'Big Short' Millionaire Wall Street Trader Accused Of Rape And Abuse In Manhattan 'Dungeon'

A former manager at George Soros’s investment fund has been accused of rape and abuse in a federal lawsuit. Reuters

Wall Street millionaire Howard Rubin raped and beat multiple women at a secret dungeon in his Manhattan penthouse, according to charges in a new $27 million federal lawsuit.

Rubin, who worked as a manager at George Soros's investment fund, allegedly paid women between $2,000 and $5,000 to engage in sex sessions where he assaulted his victims so violently that they required professional medical attention. The 63-page lawsuit claims that the sick attacks began in 2010.

The three plaintiffs, two of whom are Playboy Playmates, allege that Rubin would drug, gag and rape them repeatedly. On occasion he would punch them in the head and shock them with cattle prods. One plaintiff was punched in the breast "so badly that her right implant flipped," according to the papers, acquired by the New York Post. Rubin paid $20,000 for the damage.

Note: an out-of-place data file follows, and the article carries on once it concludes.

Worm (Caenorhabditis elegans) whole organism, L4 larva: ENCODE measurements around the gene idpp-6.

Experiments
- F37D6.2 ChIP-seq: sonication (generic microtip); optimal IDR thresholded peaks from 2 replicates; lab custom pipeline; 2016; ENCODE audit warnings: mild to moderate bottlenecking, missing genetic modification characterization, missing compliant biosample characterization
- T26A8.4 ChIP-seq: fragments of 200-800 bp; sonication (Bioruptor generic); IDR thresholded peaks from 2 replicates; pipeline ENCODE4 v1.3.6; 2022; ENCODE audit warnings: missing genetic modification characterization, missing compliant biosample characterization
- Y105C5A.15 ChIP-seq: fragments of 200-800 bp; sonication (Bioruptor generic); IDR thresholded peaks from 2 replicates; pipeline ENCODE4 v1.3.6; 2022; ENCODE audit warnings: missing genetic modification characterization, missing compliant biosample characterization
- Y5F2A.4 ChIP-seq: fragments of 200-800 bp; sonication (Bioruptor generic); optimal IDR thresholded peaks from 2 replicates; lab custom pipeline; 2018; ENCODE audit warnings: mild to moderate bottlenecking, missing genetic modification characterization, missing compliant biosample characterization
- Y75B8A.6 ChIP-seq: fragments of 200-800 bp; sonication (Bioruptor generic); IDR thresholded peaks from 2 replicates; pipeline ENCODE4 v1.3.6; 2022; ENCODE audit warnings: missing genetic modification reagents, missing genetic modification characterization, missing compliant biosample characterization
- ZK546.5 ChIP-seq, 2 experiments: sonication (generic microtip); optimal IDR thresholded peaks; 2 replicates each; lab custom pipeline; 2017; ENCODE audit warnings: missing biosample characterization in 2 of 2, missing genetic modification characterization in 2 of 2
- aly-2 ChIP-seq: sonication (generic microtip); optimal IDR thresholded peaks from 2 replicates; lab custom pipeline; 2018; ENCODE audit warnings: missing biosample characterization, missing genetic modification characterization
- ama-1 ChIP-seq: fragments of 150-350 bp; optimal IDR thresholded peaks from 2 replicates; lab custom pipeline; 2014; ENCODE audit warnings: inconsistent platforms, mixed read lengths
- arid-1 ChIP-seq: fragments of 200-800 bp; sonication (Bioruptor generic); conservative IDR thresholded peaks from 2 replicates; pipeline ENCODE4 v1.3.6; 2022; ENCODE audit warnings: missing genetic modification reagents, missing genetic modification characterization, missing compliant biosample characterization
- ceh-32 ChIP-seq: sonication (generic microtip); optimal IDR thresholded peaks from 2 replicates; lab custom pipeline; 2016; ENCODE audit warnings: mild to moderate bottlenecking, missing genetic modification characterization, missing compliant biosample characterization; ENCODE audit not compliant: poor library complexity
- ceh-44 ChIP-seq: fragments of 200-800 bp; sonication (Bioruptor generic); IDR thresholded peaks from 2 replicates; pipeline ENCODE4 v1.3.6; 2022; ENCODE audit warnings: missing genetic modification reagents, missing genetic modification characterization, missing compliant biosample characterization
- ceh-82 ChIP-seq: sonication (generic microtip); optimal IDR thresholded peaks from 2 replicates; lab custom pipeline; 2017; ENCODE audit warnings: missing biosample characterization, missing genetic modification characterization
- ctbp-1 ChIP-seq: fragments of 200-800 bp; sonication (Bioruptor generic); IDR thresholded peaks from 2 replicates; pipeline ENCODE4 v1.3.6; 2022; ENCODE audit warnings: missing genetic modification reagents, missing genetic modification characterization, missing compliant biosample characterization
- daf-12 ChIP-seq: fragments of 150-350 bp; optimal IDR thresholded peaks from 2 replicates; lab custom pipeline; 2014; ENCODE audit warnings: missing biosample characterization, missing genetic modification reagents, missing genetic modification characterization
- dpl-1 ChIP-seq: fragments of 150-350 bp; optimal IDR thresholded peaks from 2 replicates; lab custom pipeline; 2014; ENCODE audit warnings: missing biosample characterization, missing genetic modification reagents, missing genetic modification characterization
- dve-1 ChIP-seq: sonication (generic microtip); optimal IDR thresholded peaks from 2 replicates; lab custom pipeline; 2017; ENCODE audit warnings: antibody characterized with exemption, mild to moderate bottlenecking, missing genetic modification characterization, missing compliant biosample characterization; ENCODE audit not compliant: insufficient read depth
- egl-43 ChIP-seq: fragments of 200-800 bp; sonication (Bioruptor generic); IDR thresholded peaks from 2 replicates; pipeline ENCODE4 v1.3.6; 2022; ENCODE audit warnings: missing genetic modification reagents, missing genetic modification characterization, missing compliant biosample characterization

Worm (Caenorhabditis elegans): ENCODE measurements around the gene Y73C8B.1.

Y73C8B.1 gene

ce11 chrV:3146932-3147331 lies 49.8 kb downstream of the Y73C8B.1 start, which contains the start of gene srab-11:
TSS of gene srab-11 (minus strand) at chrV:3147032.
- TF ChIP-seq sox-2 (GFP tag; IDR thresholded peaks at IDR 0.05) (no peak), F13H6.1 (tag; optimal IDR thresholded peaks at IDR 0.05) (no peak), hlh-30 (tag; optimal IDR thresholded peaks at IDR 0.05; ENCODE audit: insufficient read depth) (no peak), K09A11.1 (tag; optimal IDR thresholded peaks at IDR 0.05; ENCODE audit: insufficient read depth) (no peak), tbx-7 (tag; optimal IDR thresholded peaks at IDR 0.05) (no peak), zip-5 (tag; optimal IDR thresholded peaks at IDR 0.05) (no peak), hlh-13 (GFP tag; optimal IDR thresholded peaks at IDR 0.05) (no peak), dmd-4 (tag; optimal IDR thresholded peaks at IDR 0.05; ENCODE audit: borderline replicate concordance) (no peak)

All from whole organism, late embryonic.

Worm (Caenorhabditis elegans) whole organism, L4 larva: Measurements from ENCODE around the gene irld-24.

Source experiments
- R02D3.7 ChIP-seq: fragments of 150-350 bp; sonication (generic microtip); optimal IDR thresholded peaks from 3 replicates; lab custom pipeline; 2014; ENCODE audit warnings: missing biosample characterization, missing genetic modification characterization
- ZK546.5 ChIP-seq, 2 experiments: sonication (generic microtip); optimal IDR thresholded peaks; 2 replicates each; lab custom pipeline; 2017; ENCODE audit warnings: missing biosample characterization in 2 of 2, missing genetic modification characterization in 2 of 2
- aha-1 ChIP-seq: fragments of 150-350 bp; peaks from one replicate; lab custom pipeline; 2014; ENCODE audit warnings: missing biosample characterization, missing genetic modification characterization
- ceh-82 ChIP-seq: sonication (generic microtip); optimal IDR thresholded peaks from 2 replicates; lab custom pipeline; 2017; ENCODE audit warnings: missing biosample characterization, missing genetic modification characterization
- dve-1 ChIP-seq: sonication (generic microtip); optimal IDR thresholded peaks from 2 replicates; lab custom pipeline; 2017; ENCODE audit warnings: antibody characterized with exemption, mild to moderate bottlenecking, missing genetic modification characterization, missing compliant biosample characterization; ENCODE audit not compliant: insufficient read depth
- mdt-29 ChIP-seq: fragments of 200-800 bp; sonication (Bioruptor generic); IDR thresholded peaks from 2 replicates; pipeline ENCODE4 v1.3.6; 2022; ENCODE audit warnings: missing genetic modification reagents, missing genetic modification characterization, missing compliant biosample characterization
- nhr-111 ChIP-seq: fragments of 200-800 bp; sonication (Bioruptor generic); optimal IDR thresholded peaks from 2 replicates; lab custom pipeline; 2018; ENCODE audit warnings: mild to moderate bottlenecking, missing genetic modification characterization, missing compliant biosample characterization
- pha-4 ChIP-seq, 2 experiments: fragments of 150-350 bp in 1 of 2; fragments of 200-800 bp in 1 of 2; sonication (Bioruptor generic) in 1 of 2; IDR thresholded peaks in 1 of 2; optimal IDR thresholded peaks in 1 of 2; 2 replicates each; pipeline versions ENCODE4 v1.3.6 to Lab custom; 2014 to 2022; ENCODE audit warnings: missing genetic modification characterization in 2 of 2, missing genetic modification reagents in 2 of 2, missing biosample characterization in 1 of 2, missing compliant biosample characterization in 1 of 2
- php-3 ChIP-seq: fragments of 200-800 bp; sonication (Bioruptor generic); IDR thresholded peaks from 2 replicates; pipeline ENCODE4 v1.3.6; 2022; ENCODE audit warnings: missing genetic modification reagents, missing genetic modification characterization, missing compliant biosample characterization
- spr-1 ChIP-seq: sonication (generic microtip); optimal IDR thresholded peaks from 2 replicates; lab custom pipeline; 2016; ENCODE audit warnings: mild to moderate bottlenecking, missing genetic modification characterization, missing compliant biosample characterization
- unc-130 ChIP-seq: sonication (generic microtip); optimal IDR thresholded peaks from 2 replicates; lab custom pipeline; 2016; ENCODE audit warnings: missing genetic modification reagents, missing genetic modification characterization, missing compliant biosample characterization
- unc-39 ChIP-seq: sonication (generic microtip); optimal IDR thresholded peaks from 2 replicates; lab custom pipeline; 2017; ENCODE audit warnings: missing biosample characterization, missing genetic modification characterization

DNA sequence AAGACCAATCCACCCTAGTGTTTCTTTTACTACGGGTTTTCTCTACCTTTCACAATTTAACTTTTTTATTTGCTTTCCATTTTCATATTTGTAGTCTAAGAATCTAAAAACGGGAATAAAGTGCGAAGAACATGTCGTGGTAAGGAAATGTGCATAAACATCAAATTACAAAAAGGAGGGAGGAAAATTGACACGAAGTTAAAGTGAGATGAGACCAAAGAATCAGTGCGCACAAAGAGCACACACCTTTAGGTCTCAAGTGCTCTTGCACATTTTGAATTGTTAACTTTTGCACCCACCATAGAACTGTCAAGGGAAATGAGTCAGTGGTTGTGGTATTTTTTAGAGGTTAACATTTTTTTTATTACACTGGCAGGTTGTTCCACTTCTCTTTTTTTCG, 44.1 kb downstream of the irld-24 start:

Another plaintiff claimed that the married father of three told her he would "rape you like I rape my daughter" and demanded that she call him "daddy."

Rubin worked with a lawyer and two female fixers to maintain anonymity, the lawsuit alleges. The plaintiffs claim they were contacted on Instagram and then brought to New York on JetBlue flights.

Rubin, 62, is one of the most well-known names on Wall Street, and his deals have been featured in the best-selling books Liar's Poker and The Big Short.

The suit was filed in Brooklyn by civil attorney John Balestriere on Thursday.

Members of the "alt-right" community have taken particular interest in Rubin's case, as his former boss Soros is a key figure in many of their conspiracy theories. Infowars's Alex Jones often tells his listeners that Soros, a billionaire, is "funding a social justice war against America."

But Rubin's is the latest in a long history of Wall Street sex scandals. The toxic combination of money, power, stress and alcohol has fueled many unsavory stories in the male-dominated world of finance. Billions have been spent in settlements and shelves have been filled with books on the topic, yet the scandals keep coming.